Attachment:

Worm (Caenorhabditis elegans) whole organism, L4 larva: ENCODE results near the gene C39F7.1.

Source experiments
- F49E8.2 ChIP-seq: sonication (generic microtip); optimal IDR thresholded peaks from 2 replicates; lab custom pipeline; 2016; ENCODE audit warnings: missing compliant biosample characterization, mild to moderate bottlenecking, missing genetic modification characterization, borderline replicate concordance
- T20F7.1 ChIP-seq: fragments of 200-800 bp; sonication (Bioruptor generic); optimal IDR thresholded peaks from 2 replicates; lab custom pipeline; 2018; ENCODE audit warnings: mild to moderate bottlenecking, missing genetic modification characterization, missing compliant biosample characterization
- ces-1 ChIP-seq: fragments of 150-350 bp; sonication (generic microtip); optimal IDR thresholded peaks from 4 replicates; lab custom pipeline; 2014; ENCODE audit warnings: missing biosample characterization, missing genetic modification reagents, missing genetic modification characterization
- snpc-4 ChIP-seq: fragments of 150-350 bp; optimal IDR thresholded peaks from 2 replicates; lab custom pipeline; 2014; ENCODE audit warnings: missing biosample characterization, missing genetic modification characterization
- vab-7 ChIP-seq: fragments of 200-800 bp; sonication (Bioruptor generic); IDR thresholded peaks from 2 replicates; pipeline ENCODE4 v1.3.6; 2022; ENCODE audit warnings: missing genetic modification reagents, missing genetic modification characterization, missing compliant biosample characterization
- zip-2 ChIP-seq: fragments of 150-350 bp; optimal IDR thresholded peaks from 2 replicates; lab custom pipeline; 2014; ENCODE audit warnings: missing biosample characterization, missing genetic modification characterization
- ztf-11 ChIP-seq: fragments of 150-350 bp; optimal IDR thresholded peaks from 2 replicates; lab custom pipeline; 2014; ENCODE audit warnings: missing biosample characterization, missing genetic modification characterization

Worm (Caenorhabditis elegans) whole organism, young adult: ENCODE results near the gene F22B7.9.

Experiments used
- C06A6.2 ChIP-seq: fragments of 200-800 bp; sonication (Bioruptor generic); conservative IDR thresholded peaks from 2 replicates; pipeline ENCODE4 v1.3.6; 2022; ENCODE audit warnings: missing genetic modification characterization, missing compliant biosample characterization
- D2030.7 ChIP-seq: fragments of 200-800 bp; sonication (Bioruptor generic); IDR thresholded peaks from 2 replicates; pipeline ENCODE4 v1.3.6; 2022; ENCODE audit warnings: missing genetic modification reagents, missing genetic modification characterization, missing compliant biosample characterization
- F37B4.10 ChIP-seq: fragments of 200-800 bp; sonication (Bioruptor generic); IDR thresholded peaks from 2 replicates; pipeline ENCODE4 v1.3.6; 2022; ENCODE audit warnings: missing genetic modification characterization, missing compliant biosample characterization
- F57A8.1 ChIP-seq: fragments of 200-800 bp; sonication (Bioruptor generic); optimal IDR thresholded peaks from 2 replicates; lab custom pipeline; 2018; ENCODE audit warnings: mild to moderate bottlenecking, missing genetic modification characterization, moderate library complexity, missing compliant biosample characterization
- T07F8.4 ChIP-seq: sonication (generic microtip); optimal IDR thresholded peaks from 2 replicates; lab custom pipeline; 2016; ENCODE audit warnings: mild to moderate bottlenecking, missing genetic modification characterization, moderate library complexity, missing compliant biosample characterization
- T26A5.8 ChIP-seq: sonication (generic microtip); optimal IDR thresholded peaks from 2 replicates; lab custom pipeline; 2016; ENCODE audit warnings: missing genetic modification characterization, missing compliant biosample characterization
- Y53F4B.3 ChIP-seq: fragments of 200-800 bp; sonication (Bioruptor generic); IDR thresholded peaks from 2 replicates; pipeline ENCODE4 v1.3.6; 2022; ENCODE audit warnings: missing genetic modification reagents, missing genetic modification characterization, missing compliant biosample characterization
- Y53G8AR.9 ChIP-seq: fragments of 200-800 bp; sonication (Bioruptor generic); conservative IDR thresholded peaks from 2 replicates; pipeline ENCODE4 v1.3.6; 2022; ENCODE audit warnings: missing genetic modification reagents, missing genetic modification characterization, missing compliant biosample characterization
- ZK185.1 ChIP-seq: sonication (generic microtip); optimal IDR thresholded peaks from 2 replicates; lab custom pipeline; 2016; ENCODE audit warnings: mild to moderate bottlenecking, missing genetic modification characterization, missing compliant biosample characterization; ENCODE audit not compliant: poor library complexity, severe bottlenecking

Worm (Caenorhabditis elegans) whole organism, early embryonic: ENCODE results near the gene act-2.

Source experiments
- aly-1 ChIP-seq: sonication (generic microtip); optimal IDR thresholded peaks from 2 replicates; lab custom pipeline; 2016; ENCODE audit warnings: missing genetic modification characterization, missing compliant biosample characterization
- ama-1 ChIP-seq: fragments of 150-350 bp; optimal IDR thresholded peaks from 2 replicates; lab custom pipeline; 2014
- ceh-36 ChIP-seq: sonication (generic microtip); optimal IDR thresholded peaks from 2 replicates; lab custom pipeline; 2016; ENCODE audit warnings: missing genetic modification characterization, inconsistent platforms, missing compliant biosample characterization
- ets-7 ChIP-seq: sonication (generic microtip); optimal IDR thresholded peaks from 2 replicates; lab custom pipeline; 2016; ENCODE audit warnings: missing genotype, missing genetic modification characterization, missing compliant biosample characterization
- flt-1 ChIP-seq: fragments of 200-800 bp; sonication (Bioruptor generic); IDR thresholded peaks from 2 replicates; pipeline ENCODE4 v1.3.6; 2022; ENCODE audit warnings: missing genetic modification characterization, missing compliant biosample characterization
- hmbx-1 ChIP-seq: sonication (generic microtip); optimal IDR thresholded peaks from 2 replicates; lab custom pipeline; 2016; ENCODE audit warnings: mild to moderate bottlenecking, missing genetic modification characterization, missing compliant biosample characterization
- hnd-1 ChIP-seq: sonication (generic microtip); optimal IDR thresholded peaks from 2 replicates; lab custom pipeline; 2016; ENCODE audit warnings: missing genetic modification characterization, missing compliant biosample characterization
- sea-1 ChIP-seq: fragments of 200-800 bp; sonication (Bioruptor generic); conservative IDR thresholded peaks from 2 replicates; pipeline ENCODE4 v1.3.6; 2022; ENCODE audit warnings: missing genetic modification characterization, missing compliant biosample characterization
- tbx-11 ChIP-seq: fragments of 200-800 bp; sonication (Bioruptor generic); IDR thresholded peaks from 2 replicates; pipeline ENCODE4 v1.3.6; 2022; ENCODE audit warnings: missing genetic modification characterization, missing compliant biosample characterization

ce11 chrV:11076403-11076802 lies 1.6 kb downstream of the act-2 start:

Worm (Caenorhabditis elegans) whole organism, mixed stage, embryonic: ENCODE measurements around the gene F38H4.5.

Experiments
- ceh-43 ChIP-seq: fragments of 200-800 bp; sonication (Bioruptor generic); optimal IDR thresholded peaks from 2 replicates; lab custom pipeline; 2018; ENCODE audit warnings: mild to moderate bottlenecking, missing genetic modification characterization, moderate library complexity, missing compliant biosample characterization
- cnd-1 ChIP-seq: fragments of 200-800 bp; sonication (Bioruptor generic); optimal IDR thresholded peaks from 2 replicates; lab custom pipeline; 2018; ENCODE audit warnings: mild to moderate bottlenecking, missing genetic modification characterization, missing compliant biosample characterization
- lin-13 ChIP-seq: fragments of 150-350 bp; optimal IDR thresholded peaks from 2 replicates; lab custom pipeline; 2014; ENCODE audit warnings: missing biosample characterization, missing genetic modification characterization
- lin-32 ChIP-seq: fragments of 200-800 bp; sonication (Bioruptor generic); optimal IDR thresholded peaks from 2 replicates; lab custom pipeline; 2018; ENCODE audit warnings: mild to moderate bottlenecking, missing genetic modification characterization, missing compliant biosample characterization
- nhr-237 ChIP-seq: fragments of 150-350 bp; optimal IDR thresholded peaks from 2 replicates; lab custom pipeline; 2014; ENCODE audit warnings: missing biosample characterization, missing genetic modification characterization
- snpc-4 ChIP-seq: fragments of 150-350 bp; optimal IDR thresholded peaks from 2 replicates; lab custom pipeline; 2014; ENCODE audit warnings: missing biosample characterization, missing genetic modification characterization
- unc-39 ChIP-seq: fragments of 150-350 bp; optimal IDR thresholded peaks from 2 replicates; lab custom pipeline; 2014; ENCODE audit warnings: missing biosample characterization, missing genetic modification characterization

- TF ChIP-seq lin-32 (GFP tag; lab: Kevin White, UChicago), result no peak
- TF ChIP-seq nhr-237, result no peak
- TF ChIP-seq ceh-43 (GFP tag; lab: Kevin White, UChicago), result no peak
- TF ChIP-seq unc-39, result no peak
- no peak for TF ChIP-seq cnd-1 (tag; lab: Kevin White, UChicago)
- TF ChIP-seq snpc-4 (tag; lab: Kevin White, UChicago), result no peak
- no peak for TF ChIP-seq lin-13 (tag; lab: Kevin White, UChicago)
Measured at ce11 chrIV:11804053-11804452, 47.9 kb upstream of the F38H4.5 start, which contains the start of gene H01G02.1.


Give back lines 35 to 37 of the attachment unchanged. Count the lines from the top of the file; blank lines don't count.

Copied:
- ceh-43 ChIP-seq: fragments of 200-800 bp; sonication (Bioruptor generic); optimal IDR thresholded peaks from 2 replicates; lab custom pipeline; 2018; ENCODE audit warnings: mild to moderate bottlenecking, missing genetic modification characterization, moderate library complexity, missing compliant biosample characterization
- cnd-1 ChIP-seq: fragments of 200-800 bp; sonication (Bioruptor generic); optimal IDR thresholded peaks from 2 replicates; lab custom pipeline; 2018; ENCODE audit warnings: mild to moderate bottlenecking, missing genetic modification characterization, missing compliant biosample characterization
- lin-13 ChIP-seq: fragments of 150-350 bp; optimal IDR thresholded peaks from 2 replicates; lab custom pipeline; 2014; ENCODE audit warnings: missing biosample characterization, missing genetic modification characterization